The researchers then pooled the data from different sources and calculated how much more likely people who were inactive were to die or develop these diseases compared to those who were active. Their final and appropriate analysis also estimated the effect on life expectancy of completely eliminating physical inactivity.
What were the basic results?
Worldwide, the researchers estimated that physical inactivity caused:
- 6% (ranging from 3.2% in southeast Asia to 7.8% in the eastern Mediterranean region) of coronary heart disease cases
- 7% (range 3.9% to 9.6%) of type 2 diabetes cases
- 10% (range 5.6% to 14.1%) of breast cancer cases
- 10% (range 5.7% to 13.8%) of colon cancer cases
- 9% (range 5.1% to 12.5%) of premature deaths (due to any cause) – this equates to more than 5.3 million of the 57 million deaths that occurred worldwide in 2008
The researchers estimated that if inactivity could be reduced by 10%, 533,000 deaths could be averted each year. If inactivity was reduced by 25% the estimate was that more than 1.3 million deaths could be avoided.
In the hypothetical scenario that physical inactivity was completely eliminated, the researchers estimated that global life expectancy would rise by 0.68 years (range 0.41 to .95 years).
While this may seem surprisingly low it does represent an average based on all the people in the world, both active and inactive. For perspective the researchers highlighted related research from the US showing that inactive people gained between 1.3 to 3.7 years from the age of 50 years by becoming active.
Looking at the UK data only, researchers estimated that inactivity caused:
- 10.5% (95% confidence interval 4.0% to 17.3%) of coronary heart disease
- 13.0% (6.4% to 20.2%) of type 2 diabetes
- 17.9% (17.9% to 27.8%) of breast cancer
- 18.7% (10.5% to 27.1%) of colon cancer, and
- 16.9% (13.6% to 20.3%) of deaths from any cause
How did the researchers interpret the results?
The researchers concluded that physical inactivity has a ‘major health effect worldwide’ and that a decrease or removal of this unhealthy behaviour could improve health ‘substantially’. In their discussion, they also state that, ‘these findings make inactivity similar to the established risk factors of smoking and obesity’.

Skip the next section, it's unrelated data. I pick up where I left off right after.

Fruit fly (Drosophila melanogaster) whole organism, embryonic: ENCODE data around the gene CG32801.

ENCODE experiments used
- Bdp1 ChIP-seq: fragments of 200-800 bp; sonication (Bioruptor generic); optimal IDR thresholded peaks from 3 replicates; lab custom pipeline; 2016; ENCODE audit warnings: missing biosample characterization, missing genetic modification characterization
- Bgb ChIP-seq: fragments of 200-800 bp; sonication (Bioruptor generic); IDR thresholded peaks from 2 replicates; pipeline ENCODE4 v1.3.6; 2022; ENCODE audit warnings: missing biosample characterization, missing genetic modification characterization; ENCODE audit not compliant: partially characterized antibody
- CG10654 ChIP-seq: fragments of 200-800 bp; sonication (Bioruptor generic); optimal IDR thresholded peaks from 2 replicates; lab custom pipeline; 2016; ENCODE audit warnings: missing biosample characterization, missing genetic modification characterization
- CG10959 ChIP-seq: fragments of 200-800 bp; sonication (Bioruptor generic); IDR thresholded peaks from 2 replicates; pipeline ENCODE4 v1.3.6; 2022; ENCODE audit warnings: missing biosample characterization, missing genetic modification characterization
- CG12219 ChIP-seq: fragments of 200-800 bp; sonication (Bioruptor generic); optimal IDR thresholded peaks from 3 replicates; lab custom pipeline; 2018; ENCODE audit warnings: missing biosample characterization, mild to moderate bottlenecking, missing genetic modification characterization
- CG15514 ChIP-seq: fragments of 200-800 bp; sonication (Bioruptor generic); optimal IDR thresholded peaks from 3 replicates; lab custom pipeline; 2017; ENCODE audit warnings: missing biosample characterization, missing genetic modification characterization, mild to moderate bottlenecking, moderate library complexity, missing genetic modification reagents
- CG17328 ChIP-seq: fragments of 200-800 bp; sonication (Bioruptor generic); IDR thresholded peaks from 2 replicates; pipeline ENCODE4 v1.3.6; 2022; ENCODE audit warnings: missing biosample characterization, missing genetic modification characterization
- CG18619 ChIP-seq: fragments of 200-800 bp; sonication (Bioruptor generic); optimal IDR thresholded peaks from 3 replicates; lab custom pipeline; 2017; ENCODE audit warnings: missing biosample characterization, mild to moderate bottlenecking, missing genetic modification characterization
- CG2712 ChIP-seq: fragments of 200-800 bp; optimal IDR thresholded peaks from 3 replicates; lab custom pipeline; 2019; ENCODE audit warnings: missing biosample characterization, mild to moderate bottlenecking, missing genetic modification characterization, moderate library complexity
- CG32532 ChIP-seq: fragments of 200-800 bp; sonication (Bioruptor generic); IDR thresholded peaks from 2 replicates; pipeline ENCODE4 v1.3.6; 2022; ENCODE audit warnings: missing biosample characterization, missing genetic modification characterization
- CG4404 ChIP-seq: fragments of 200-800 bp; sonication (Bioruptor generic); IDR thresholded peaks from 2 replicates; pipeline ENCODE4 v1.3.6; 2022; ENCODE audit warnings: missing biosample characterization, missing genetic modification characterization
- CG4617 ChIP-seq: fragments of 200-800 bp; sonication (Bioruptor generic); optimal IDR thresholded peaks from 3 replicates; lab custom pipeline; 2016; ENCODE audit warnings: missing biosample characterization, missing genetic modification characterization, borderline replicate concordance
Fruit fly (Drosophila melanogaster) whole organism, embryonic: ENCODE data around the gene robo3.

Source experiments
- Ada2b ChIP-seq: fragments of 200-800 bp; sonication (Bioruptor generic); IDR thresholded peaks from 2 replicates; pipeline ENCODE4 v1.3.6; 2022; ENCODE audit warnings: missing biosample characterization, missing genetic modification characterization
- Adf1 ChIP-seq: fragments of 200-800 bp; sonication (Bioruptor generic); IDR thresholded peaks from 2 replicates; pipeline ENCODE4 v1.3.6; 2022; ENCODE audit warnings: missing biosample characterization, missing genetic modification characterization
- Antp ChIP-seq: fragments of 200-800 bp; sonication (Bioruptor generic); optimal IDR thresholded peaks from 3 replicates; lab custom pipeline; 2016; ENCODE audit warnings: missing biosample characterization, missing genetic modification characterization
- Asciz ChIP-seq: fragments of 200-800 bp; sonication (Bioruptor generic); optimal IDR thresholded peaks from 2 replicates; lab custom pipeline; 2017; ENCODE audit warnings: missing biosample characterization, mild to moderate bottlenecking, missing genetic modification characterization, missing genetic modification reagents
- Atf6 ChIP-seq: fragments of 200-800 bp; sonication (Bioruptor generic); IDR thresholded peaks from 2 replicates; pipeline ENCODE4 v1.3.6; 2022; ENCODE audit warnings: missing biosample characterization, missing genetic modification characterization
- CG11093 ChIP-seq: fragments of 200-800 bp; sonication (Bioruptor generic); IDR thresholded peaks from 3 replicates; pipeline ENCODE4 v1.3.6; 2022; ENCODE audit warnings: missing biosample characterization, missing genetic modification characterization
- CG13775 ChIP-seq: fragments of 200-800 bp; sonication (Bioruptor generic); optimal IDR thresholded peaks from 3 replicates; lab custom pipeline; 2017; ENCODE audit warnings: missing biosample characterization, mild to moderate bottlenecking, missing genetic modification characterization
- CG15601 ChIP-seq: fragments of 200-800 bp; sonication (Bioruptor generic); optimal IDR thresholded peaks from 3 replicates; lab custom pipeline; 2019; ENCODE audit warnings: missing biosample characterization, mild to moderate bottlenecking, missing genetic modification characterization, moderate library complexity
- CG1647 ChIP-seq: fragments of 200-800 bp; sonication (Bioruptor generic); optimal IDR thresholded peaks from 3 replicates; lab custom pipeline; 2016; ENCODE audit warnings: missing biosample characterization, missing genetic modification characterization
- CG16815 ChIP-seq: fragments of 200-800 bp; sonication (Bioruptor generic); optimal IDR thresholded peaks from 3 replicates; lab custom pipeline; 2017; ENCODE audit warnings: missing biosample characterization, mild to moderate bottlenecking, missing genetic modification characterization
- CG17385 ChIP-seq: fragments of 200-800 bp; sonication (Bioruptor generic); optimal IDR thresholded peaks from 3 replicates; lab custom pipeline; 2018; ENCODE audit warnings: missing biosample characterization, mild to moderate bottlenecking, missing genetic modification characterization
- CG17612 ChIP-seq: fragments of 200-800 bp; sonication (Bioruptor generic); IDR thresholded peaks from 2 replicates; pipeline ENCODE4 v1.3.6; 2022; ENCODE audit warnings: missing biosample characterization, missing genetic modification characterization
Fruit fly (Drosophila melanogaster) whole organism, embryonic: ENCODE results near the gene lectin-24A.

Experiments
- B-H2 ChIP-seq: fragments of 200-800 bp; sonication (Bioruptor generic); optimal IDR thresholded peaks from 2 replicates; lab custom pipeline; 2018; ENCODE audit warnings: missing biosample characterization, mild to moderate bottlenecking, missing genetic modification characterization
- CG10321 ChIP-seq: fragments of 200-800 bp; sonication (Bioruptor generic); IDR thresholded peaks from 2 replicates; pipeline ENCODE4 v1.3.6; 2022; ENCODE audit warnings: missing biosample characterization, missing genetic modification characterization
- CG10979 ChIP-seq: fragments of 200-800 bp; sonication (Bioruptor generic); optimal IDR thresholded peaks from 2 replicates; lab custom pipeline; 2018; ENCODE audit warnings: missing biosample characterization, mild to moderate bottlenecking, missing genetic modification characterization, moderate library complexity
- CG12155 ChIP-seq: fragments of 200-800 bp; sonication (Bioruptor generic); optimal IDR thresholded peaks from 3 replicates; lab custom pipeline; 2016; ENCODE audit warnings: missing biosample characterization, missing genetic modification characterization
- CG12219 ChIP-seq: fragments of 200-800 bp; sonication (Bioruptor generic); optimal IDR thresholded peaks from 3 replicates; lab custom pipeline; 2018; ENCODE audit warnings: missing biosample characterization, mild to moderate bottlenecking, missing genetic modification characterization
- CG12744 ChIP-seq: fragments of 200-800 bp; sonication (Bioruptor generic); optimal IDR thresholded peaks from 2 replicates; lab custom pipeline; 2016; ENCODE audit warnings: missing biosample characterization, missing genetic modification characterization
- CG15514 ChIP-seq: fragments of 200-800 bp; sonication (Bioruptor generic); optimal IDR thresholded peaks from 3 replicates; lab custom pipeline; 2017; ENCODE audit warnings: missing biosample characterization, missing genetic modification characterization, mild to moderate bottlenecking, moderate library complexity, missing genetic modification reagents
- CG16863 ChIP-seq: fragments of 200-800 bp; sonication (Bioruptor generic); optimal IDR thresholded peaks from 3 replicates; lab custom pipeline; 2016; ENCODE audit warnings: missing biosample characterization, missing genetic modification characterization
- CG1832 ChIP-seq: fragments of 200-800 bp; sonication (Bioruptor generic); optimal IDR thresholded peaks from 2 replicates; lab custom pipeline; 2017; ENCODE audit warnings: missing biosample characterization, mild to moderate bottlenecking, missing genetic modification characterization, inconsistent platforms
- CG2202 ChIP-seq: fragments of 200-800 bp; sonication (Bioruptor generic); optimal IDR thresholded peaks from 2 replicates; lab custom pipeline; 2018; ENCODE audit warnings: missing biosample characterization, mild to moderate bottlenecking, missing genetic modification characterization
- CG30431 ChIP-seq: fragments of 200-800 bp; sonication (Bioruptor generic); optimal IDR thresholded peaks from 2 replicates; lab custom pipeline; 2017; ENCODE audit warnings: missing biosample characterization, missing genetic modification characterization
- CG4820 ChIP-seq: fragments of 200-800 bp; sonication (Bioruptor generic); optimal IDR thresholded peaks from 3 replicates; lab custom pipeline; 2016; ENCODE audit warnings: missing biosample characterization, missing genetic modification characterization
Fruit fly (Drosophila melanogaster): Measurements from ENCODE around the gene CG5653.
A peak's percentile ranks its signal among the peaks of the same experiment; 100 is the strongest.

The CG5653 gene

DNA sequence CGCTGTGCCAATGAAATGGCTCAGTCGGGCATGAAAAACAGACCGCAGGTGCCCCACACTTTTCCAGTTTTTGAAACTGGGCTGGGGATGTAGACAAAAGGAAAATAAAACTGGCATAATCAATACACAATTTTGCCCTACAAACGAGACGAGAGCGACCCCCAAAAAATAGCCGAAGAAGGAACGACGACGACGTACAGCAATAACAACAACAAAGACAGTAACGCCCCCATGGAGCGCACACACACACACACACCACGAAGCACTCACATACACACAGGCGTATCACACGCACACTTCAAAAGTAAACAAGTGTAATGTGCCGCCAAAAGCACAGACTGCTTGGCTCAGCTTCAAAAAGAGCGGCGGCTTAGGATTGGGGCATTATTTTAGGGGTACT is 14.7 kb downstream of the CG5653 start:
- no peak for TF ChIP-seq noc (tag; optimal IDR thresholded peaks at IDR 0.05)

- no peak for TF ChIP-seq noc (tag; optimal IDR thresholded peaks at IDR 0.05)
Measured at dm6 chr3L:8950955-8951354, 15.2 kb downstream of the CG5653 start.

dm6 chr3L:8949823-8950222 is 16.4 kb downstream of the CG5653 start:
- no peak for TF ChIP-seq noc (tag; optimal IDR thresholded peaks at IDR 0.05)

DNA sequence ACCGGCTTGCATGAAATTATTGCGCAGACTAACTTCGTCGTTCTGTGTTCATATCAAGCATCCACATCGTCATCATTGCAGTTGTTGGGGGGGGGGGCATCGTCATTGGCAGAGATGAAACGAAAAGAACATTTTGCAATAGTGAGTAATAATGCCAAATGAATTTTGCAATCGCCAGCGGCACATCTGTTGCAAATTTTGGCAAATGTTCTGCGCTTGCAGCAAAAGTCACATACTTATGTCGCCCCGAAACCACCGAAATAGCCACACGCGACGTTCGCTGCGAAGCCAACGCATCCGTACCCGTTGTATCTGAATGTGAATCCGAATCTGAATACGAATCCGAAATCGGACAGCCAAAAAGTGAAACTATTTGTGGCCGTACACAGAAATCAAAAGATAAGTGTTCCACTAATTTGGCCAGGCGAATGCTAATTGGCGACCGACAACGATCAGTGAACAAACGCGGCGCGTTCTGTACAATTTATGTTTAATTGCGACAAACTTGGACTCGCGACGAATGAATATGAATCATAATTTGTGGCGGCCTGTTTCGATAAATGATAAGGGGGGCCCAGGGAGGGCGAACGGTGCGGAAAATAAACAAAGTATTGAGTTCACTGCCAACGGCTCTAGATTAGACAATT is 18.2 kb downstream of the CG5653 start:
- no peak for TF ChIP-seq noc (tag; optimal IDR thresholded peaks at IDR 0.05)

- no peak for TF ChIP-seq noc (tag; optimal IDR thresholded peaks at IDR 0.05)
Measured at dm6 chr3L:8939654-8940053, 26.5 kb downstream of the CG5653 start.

Citing other research, they stated that smoking was estimated to cause approximately 5 million deaths worldwide in 2000 and that this is on the same magnitude as the 5.3 million deaths globally they had estimated were due to physical inactivity.
This ecological study estimated the global impact of physical inactivity and models the theoretical lives saved if physical inactivity levels were to be reduced across the globe.
This study serves to highlight the large and wide-ranging impact of physical inactivity on global disease levels and death. However, the following study limitations should be considered:
- Physical activity was based on self-reported physical activity levels, which can be misleading. The authors of the research say that this tends to underestimate differences between active and inactive people and so would underestimate the impact of physical inactivity globally. The researchers therefore concluded that their estimates ‘are likely to be very conservative’. Using a more objective measure of physical activity would address this issue above but may not be a practical way of obtaining such information.
- The same population attributable fraction (PAF) was used for all countries to estimate the impact of physical inactivity on disease and death. This PAF was largely based on North American and European data. This means it will have assumed that the impact of physical inactivity on death and disease was similar in all countries. It is unclear whether this assumption would be accurate across the globe in countries such as those with low incomes (developing countries).
- The researchers examined only major non-communicable diseases and deaths from any cause affected by physical activity. They did not assess other diseases affected by physical activity in this study and so the actual impact may be larger.
- Not all physically inactive people are inactive voluntarily, some may be physically incapable. The impact on life expectancy and deaths avoided due to the elimination of physical inactivity all together is not realistic. However, this is useful to stimulate debate.
- As it is an ecological study, it does not tell us much about variation among individuals within these countries, only national and global trends.
While smoking (an active harm) and inactivity (a passive harm) may kill similar number of people, smoking rates are lower than the number of inactive people, making smoking a more risky activity to the individual.Behind the Headlines on twitter*.
Analysis by Bazian
Edited by NHS Website
Links to the headlines
The Independent, 18 July 2012
BBC News, 18 July 2012
Daily Mail, 18 July 2012
Links to the science
The Lancet, Published online July 18 2012
The Lancet. Published online July 18 2012